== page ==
Strawberry Hill

Although I did find a completely unrelated song called Strawberry Hill by Bronze Radio Return that is worth checking out, this post doesn’t have a song behind it. But I saw so many amazing pictures of this home during architecture school, I couldn’t leave it out of my travel plans.

Strawberry Hill is an 18th-century in-your-face Neo-Gothic explosion tucked away in quiet Twickenham, about an hour outside of London.

Yes, this is my definition. This is my blog. Sue me, architects. 


When I say tucked away in Twickenham, I mean it. I got off the bus and proceeded to get lost in a neighborhood that looked like this. I know, my life is just horrible.


Horace Walpole meant his house to be a theatrical experience, and when I saw a stark white turret poking up over a plain brown garden wall, I knew I was in for a treat.

The kindly people behind the front desk gave me a little guide book written by Walpole himself, and then set me loose on a self-guided tour. And if you’re thinking What kind of Grade-A narcissist writes a guide to his own house? , Walpole immediately heads you off.

It will look, I fear, a little like arrogance in a private man to give a printed description of his villa and collection, in which almost everything is diminutive. It is not, however, intended for public sale, and originally was meant only to assist those who should visit the place…But I do not mean to defend by argument a small capricious house. It was built to place my own taste, and in sole degree to realize my own vision. -Horace Walpole, Preface to A Description of the Villa

I hope one day to be as rich and eccentric.

The stark white exterior gives very little indication of the atmospheric, moody rooms inside. Maybe the white is a kind of palette cleanser? There’s so much going on inside, it’s almost necessary.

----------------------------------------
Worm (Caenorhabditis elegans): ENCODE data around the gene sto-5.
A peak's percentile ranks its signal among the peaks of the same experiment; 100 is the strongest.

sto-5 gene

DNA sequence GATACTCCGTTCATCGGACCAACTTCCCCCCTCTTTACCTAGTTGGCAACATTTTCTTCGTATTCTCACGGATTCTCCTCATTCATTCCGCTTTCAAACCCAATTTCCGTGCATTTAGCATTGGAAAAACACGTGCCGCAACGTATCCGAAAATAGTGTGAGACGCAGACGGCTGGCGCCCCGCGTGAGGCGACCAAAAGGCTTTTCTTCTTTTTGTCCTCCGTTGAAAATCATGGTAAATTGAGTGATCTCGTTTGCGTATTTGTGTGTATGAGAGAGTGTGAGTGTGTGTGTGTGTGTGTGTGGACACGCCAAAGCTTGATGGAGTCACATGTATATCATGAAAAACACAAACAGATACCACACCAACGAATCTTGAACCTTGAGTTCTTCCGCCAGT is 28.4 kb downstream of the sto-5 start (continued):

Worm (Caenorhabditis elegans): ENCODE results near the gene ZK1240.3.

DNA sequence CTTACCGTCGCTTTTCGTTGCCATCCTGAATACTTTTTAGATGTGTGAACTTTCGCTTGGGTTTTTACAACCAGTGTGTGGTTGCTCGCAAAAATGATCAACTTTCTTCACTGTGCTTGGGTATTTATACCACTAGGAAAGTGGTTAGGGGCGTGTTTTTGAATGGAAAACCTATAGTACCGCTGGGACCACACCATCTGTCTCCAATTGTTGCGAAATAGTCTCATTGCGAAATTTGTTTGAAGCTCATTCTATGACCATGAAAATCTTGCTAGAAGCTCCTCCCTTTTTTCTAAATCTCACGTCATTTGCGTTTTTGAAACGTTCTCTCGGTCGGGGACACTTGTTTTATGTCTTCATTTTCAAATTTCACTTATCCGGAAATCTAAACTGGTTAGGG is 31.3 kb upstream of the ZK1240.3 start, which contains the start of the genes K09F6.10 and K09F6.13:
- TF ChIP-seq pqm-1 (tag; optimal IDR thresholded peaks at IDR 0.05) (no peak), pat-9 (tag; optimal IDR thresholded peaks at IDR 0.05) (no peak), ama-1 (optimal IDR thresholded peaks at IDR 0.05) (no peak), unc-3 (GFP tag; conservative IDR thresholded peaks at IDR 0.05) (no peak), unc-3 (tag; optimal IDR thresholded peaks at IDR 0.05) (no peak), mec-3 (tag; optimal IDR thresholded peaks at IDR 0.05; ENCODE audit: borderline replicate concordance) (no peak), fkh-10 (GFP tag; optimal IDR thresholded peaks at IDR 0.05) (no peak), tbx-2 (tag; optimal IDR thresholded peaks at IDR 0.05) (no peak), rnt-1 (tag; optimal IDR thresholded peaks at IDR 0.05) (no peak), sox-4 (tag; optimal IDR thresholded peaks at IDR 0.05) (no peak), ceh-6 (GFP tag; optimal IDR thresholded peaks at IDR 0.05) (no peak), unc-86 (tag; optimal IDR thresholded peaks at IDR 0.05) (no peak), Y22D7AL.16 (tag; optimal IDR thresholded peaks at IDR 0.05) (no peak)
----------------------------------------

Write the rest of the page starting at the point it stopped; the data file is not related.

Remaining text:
A big thing in Gothic architecture was using light and dark to direct the eye. In the case of Gothic cathedrals, you were meant to look upward at the light from the windows because, you know, that’s where Heaven is. Strawberry Hill is the same, except you get to bask in human ego. You enter a dark foyer with a low ceiling, but you immediately look up because of the light pouring in between the staircases from the skylight.


The rooms in the interior are also decidedly either dark or light, giving each room its own personality. Highlights from my favorite rooms below:

The Tribune


The Blue Bed Chamber

Can this be my room?


The Library


The Gallery

This room is obviously the show-shopper. Can you believe the ceiling is papier-mache?! 


I rounded out my visit with some cucumber sandwiches and an afternoon tea from the cafe on site. My plate also came with a biscuit and some shortbread. As far as I’m concerned, it could all have been shortbread (it was amazing!), but it was still a perfectly British ending to the day.

I’m going to leave you with another gem from Walpole’s guide to Strawberry Hill:

“I begin to be ashamed of my own magnificence.” -Horace Walpole

Me too, Horace. Me too.






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